Growth5 Blog

Tuesday, February 9, 2010

What is Real-Time Search?

Real-Time Search is not the entire world wide web searched in real time - not currently possible. Real-Time search should probably be called "Somewhat Real-Time Buzz" - not as catchy. As you read below, you might just want to call it what it really is in its current state: Twitter.

Google allows you to click away from their traditional search results (their PageRank algorithm of the indexed web) to choose the "Latest" search results: Twitter results (mostly), recent blog posts on the topic and the most recent news results. Google updates the results page as new items come in (mostly tweets on the topic you searched).

Bing offers a Twitter search with a tag cloud showing Twitter's top keywords, with sample tweets on the "hot topics" - you can search to see what the most recent tweets are for your keyword.

This article from CIO.com takes a look at five alternatives to Google and Bing for real-time search. They are:
1. Collecta: "what's hot right now" – a list of topics with related articles, tweets, blog posts, photos and comments about popular searches. They provide options to limit your results to just "blog posts and articles" for example.

2. Leapfish: allows you to search via "real-time" or traditional search. Results include top news, the topic's Wikipedia page, web results, video, images, Twitter results, blogs, top posts from Digg and a shopping section by that topic.

3. OneRiot: they have search results two ways, "Realtime" (attempts to bring you the most recent news and blog posts) and "Pulse" (the most socially-valued content by how often an items has been shared).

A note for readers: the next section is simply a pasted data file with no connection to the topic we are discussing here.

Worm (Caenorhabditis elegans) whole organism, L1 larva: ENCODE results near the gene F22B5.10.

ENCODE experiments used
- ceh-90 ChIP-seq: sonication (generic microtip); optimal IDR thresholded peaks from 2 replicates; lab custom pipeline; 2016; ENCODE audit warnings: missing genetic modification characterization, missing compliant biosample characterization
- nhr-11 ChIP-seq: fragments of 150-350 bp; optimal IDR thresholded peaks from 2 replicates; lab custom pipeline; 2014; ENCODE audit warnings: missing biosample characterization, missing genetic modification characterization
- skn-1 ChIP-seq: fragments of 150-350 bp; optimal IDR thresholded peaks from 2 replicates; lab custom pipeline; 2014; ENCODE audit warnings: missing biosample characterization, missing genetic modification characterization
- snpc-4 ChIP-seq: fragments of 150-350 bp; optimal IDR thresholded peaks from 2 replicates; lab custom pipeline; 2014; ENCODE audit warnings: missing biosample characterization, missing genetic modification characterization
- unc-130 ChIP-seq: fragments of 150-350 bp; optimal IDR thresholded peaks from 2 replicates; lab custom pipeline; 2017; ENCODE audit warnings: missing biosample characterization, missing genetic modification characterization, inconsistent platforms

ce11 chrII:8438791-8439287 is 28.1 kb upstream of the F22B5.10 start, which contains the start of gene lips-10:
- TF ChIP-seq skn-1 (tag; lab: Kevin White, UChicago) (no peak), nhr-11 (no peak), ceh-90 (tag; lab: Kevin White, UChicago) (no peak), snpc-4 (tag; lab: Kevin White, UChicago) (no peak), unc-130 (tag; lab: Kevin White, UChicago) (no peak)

4. Scoopler: divides their results by "popular shares" and "live posts" to distinguish between videos, images and links vs. Twitter, Delicious and Digg respectively.

5. Thoora: identifies what's attracting the most buzz by indexing the blogosphere. Their results are broken into three parts: top related blogs, stats that show the popularity timeline of your topic, and relevant tweets.
So it's not "real-time traditional search" but Google and Bing's versions of real-time search and the five sites listed above do provide value by allowing you customized search options.

If you want the latest news, blog posts and buzz (tweets) about Iran for example, each of these sites can take you away from pages and pages of traditional search results that might have been indexed years ago to give you just the most recent items. I like having that option.

In the end, if you prefer "real-time search" you are just trading years of data that has been quantified to return the most relevant search results from a "group think" standpoint (traditional), to simply what are the most recent results on a certain topic (real-time) no matter the relevance.

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2 Comments:

At February 9, 2010 at 8:42 PM , Blogger tiptop said...

This is a good post. Perhaps you should take a look at TipTop http://FeelTipTop.com as well. It might change your opinion about what (real-time) search means.

 
At February 10, 2010 at 12:36 PM , Blogger Robert Beal said...

Thanks tiptop, I will check it out.

 

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